I want to read around 6 analog pins, not necessarily simultaneously. I could afford some delay in between them. i am using nrf52832 dev kit with sdk 15. How do i modify the SAADC example to achieve the same because the example only reads 1 channel. i did found this thread https://devzone.nordicsemi.com/f/nordic-q-a/5561/adc-from-various-pins/19481#19481 which looks similar but i was unable to open the GitHub link provided in the thread. Can you please direct me to the relevant examples.
It should be fine to measure 6 ADC channels at once.
Attached is a slightly modified project from the SDK15.0.0\examples\peripheral\saadc example. Only the main.c file is changed. It will measure the 6 pins AIN0 - AIN5, and print the values in the UART log.
Remember that AIN0 is not the same as A0 printed on the PCB. The AINx pins are:
AIN0 = P0.02AIN1 = P0.03AIN2 = P0.04AIN3 = P0.05AIN4 = P0.28AIN5 = P0.29
Hello Edvin, that was a great help. I was wondering what would i have to do to take the readings from the other 2 analog pins? it does not have to be at same time. could be after a delay, but how do i take those readings as well?
The two other pins? AIN6 and AIN7?
Just change the channel_X_config in saadc_init() to use NRF_DRV_SAADC_DEFAULT_CHANNEL_CONFIG_SE(pin_nr) with the correct pin_nr. You can find the list of the AIN pins in the list on this page.
AIN6 = P0.30 and AIN7 = P0.31.
You can either add them to the list in saadc_init, like the other are added:
nrf_saadc_channel_config_t channel_N_config = NRF_DRV_SAADC_DEFAULT_CHANNEL_CONFIG_SE(NRF_SAADC_INPUT_AIN#);
nrf_drv_saadc_channel_init(channel_nr, &channel config);
Note that you should match your #define SAMPLES_IN_BUFFER with the number of channels that you use. If you have 6 channels, and SAMPLES_IN_BUFFER is 5, then you will get the values from channel 0, 1, 2, 3, 4 in the first event, and 5, 0, 1, 2, 3 in the second, 4, 5, 0, 1, 2 in the third, and so on.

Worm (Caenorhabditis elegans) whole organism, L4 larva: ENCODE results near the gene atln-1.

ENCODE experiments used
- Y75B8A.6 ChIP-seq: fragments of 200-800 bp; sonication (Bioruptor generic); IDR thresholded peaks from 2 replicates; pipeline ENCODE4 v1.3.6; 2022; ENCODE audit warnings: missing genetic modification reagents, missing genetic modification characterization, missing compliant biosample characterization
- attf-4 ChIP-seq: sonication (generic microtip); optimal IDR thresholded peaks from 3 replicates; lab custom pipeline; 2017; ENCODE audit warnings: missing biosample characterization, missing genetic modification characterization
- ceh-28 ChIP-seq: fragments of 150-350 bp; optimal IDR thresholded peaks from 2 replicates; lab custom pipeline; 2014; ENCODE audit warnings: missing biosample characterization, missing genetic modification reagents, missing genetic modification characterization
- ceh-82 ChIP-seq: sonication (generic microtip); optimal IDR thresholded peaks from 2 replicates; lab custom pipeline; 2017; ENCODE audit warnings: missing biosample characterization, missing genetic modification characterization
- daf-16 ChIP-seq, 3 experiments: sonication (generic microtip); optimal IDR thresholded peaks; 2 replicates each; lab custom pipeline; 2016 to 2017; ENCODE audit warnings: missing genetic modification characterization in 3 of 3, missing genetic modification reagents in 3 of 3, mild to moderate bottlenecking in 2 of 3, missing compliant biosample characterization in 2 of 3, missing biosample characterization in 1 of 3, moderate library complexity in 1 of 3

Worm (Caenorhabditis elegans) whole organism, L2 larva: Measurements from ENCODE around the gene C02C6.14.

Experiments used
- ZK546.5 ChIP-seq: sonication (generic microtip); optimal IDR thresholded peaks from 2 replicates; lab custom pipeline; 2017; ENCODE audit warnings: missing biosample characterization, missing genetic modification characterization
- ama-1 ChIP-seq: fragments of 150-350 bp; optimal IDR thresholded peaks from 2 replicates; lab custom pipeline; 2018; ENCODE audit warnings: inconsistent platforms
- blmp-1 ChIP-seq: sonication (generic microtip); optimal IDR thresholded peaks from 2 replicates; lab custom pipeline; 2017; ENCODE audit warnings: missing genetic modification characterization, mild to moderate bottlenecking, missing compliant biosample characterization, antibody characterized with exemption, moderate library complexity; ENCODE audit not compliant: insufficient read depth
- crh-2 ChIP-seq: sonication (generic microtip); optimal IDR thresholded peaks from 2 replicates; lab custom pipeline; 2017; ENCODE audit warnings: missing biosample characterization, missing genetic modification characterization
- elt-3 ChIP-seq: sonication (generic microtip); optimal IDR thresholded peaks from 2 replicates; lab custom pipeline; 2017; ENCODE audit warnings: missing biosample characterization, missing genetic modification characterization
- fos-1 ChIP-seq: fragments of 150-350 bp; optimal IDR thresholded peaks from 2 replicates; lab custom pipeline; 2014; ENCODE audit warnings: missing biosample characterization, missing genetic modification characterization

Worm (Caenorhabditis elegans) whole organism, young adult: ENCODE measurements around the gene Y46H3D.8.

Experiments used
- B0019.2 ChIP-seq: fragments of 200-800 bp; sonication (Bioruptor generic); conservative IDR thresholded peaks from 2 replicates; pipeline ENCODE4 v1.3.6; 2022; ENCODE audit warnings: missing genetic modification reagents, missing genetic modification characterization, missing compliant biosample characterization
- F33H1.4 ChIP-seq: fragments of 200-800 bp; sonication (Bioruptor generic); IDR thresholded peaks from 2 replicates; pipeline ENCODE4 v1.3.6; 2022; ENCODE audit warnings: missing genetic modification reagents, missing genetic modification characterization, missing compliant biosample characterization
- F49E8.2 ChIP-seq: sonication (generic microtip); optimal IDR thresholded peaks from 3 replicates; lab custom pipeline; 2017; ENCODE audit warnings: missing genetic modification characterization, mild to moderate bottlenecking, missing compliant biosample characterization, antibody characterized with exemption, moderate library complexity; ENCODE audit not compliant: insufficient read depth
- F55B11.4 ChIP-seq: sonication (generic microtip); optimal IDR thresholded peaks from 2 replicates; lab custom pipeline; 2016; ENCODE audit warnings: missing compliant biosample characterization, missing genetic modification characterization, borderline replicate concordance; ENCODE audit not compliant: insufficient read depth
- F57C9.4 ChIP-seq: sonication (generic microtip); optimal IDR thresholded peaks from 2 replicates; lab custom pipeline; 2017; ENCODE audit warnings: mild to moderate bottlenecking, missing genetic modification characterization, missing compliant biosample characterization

void saadc_callback(nrf_drv_saadc_evt_t const * p_event)
if (p_event->type == NRF_DRV_SAADC_EVT_DONE)
// set buffers
err_code = nrf_drv_saadc_buffer_convert(p_event->data.done.p_buffer, SAADC_SAMPLES_IN_BUFFER);
// print samples on hardware UART and parse data for BLE transmission
printf("ADC event number: %d\r\n",(int)m_adc_evt_counter);
for (int i = 0; i < SAADC_SAMPLES_IN_BUFFER; i++)
adc_value = p_event->data.done.p_buffer[i];
value[i*2] = adc_value;
value[(i*2)+1] = adc_value >> 8;
// Send data over BLE via NUS service. Makes sure not to send more than 20 bytes.
if((SAADC_SAMPLES_IN_BUFFER*2) <= 20)
bytes_to_send = (SAADC_SAMPLES_IN_BUFFER*2);
bytes_to_send = 20;
err_code = ble_nus_string_send(&m_nus, value, bytes_to_send);
if (err_code != NRF_ERROR_INVALID_STATE)
Hello Edvin, thank you for your explanation. Regarding this attached saadc callback function. When is this function called, which interrupt calls this function? and also how do i convert the raw data into voltage. just take the data, then multiply by 5V and divide by 1023 ? or does it function differently? Thanks and Regards!
In the SAADC example you can see two functions which sets up and enables the saadc callback:
saadc_sampling_event_init() and saadc_sampling_event_enable().
What they do is that they set up a timer and a PPI, and connect the two. This means that the timer interrupt is not called in the application, but when the timeout occurs, the chip will automatically call nrfx_saadc_sample().
When this function is called N times, where N is the size of your SAADC buffer, that is N = SAMPLES_IN_BUFFER, you will get the callback function.
I don't know whether you are familiar with the PPI, but it is a module which, when enabled, can perform tasks without involving the CPU. In this case, it works a bit like an advanced timer.
I really recommend that you use this implementation to trigger the samples. It will not work to call nrfx_saadc_sample() N times in a row in the application, because the sample has to finish before calling nrfx_saadc_sample again.
Regarding the conversion from the raw SAADC value to voltage, there are a few things to take into consideration:
Your resolution (by default set to 10 bits, your gain, usually set to 1/6.
Please see this scheeme:
From the link:
RESULT = [V(P) – V(N) ] * GAIN/REFERENCE * 2(RESOLUTION - m)Which means that V(P) - V(N) = RESULT/ (GAIN/REFERENCE * 2(RESOLUTION - m))The result is linear, so you can also do some measurements to known voltages (using a voltmeter), and map the result to voltage using this.Best regards,Edvin